The Poem

(Critical Guide to Poetry for Students)

“House on a Cliff” is a sixteen-line poem in flexible iambic pentameter rhymed abcb and divided into three stanzas of four lines each. The title sets the scene and, to a certain extent, the mood as it creates an image of a life lived in a precarious place exposed to the elements. The poem is written in the third person, and the narrator is seemingly omniscient, moving quickly and repeatedly from descriptions of the interior of a house and its inhabitant to descriptions of the night outside and back again.

“House on a Cliff” begins indoors, where the poet notes “the tang of a tiny oil lamp,” a detail that gives the impression of a confined, stifling space. The scene then switches immediately to a view of the “waste of sea” outside. This formal procedure of alternating between descriptions of the interior of the house and the outside environment will be followed throughout the rest of the poem. The stanza continues with a mention of the wind before concluding indoors with images of emotional frigidity: “the locked heart and the lost key.”

The alternation of outdoors and indoors continues in the second stanza, which begins with a depiction of the inhospitable elements outside. There is, however, an important difference in this stanza: A character, the inhabitant of the house, is introduced. From this point on, this man, rather than the physical setting, is the focus of the indoor sections of the poem. The description...

(The entire section is 516 words.)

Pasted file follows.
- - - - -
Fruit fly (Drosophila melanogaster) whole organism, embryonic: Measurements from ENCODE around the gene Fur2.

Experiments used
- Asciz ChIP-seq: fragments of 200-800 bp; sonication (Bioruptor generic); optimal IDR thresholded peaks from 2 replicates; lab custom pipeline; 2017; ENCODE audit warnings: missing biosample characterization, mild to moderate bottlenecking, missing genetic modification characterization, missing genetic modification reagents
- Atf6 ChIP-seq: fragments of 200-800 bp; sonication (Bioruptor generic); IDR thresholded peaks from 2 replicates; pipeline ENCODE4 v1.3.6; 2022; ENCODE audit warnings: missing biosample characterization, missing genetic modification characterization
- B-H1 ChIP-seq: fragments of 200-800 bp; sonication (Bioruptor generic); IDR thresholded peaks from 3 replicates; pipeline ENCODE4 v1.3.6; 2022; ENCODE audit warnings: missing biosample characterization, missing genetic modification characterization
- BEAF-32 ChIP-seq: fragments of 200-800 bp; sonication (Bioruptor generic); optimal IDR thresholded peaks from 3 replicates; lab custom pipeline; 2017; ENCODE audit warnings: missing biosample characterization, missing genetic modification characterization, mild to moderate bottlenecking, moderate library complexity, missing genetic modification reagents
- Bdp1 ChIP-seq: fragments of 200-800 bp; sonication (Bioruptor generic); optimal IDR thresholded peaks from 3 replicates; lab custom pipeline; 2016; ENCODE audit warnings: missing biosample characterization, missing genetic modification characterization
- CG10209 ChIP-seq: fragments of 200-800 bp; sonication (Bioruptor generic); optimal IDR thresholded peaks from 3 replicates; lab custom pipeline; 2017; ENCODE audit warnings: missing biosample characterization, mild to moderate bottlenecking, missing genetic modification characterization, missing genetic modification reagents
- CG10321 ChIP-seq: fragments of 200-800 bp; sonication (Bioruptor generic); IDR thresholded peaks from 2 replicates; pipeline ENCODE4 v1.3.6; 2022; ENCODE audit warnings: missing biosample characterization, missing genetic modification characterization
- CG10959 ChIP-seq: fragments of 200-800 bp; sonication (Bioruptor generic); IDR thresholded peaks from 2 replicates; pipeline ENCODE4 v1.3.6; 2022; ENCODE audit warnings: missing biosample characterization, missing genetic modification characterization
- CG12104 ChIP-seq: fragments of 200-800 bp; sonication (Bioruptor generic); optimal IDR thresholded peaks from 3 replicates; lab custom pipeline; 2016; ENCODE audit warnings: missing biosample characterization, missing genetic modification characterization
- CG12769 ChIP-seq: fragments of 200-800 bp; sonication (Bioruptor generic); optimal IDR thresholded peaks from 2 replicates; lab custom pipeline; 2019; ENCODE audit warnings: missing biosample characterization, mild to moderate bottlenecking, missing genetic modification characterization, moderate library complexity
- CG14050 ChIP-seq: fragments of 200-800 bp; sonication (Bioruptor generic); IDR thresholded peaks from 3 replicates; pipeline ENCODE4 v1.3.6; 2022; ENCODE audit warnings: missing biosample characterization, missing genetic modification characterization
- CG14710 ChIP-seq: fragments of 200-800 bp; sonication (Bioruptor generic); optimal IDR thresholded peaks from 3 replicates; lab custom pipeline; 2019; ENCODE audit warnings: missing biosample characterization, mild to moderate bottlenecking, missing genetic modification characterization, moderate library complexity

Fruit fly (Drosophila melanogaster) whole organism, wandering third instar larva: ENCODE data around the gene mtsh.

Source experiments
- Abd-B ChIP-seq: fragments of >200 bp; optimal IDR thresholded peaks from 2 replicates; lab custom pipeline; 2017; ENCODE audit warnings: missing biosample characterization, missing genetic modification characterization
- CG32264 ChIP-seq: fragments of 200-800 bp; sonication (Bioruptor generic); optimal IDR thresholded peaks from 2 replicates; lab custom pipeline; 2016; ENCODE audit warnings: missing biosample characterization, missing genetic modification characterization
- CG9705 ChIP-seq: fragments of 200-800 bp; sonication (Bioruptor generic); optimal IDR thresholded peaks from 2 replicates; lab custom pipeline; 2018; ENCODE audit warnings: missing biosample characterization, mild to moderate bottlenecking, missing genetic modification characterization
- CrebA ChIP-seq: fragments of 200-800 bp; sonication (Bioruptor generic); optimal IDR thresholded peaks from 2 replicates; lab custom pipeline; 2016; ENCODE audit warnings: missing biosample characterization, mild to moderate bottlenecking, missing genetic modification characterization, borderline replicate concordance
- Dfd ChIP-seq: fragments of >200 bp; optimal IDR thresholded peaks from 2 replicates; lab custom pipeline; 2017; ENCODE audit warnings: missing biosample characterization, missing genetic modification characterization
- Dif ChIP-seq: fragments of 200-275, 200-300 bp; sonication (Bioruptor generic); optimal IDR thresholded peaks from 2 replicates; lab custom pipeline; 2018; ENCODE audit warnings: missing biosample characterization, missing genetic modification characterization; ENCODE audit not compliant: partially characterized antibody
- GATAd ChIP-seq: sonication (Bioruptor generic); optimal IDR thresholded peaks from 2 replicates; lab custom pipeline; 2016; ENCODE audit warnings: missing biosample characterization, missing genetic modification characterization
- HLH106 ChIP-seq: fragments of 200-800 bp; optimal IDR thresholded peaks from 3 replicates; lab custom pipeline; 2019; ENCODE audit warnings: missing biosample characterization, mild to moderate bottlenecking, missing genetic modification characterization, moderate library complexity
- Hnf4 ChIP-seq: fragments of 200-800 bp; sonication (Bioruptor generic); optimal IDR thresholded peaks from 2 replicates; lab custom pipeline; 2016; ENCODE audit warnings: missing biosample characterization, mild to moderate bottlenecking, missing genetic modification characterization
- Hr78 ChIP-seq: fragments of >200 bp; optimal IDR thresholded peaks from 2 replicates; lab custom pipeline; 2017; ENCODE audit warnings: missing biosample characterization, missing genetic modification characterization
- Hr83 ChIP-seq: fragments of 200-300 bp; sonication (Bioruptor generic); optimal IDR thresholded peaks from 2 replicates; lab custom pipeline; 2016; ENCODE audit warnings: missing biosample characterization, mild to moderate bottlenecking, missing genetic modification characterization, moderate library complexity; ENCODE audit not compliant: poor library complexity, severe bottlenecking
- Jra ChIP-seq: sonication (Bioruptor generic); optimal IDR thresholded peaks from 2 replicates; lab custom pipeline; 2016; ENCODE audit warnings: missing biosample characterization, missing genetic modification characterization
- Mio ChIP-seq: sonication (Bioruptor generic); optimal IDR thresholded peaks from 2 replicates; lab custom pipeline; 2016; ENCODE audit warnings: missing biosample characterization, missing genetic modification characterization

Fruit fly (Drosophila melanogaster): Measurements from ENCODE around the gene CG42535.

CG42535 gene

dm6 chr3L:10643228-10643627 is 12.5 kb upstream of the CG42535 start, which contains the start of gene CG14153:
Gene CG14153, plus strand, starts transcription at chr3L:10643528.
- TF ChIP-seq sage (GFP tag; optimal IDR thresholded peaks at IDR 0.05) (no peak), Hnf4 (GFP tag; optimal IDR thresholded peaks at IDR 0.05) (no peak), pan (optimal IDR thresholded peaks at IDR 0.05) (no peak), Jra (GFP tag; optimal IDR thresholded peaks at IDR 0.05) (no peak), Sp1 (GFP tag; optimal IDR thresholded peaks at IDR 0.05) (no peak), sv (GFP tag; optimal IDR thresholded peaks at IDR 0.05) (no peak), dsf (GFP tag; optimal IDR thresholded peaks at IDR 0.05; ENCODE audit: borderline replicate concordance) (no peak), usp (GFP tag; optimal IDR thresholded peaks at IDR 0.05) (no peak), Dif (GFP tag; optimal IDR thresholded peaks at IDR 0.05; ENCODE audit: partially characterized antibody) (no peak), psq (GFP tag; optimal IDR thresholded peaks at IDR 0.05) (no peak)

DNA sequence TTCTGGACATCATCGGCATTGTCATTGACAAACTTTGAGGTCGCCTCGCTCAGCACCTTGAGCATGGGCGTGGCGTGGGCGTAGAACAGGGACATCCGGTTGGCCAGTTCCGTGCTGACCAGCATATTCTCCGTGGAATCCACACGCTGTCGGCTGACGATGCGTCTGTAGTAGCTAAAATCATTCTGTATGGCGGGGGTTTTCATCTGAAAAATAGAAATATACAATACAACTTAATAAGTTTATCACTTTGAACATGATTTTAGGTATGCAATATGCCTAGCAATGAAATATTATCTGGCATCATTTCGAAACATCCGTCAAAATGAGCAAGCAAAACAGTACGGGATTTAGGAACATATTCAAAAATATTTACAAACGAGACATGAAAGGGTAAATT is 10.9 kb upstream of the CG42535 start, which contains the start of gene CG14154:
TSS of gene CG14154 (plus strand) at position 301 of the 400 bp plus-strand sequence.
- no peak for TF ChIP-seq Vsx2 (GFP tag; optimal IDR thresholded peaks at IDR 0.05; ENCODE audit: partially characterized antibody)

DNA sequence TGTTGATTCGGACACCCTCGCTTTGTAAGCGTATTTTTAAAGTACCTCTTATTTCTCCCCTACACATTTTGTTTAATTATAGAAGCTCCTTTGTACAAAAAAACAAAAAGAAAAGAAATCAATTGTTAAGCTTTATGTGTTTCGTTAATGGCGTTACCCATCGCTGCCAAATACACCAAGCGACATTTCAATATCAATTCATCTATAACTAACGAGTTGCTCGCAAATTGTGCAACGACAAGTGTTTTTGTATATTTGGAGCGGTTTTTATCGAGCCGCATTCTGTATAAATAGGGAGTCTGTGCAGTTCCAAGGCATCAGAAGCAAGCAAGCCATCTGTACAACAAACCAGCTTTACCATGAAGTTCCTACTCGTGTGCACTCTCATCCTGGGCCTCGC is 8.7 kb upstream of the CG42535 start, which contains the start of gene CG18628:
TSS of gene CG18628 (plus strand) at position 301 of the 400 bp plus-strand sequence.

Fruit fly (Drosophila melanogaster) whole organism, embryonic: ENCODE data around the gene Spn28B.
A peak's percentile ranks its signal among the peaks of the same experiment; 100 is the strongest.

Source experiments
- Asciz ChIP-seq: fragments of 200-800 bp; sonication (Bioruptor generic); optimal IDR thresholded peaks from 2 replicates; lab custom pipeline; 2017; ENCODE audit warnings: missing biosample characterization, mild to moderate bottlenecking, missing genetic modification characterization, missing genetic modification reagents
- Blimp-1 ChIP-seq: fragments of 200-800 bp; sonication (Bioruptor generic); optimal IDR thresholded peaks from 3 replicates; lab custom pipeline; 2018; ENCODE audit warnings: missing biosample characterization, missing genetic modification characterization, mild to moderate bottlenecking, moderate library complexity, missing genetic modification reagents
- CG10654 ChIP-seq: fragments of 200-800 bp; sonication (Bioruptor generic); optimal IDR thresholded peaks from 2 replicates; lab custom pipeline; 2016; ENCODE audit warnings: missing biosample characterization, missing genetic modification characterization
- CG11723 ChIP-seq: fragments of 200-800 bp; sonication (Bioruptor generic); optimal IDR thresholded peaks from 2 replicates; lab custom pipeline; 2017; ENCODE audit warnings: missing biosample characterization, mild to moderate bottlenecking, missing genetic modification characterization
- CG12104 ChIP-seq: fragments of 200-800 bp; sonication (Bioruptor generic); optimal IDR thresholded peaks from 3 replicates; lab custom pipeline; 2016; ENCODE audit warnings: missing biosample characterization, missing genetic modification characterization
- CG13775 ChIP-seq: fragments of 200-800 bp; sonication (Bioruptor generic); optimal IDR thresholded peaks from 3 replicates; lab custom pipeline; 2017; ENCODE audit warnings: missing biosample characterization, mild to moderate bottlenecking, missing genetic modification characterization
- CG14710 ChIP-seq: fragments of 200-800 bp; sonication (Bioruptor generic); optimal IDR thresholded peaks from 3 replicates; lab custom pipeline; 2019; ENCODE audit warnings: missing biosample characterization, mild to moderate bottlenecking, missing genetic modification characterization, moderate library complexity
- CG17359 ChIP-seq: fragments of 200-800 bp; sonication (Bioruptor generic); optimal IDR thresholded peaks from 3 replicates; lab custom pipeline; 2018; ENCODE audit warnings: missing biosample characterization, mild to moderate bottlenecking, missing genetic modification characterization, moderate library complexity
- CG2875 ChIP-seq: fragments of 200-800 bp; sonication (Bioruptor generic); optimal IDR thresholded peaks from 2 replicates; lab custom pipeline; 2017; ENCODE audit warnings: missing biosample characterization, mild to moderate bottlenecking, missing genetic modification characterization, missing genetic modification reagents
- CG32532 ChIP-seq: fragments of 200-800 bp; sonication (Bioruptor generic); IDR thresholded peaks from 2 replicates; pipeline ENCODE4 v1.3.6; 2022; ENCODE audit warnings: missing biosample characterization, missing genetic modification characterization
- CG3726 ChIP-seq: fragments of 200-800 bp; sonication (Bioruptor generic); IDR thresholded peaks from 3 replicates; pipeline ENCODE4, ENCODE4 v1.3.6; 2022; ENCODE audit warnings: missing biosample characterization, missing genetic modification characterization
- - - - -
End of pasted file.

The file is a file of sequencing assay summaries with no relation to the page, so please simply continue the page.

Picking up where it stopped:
Forms and Devices

(Critical Guide to Poetry for Students)

In “House on a Cliff,” Louis MacNeice is able to convey a sophisticated worldview in a very few lines, chiefly because of his use of form. The most striking formal device in the poem is the way the poet switches back and forth between “indoors” and “outdoors,” consistently using these two words as signposts for the reader. It is not unlike the quick cuts a film director might use. This technique, combined with the metaphors it allows the poet to pair, ensures that the reader will find parallels and relationships between the two environments. The poem’s short length makes it ideal for this technique. If it was any shorter, the poet would not have sufficient space for the picture he wants to paint; if it was any longer, the constant alternation would grow tiresome.

The correspondence between indoors and outdoors is not always as simple as in the first two lines, where the “tiny oil lamp” is paired with “the winking signal.” Indeed, if the relationships between the indoor and outdoor sections were always this close, the poem would seem too neat. MacNeice sidesteps this danger by making the pairings that follow less closely related. What is the reader to make, for example, of “the locked heart” and “the lost key” being compared to “the chill, the void, the siren”? The first is much more obviously a metaphor. The second, aside from an allusion contained in the word “siren,” which could be either a warning sound or a...

(The entire section is 486 words.)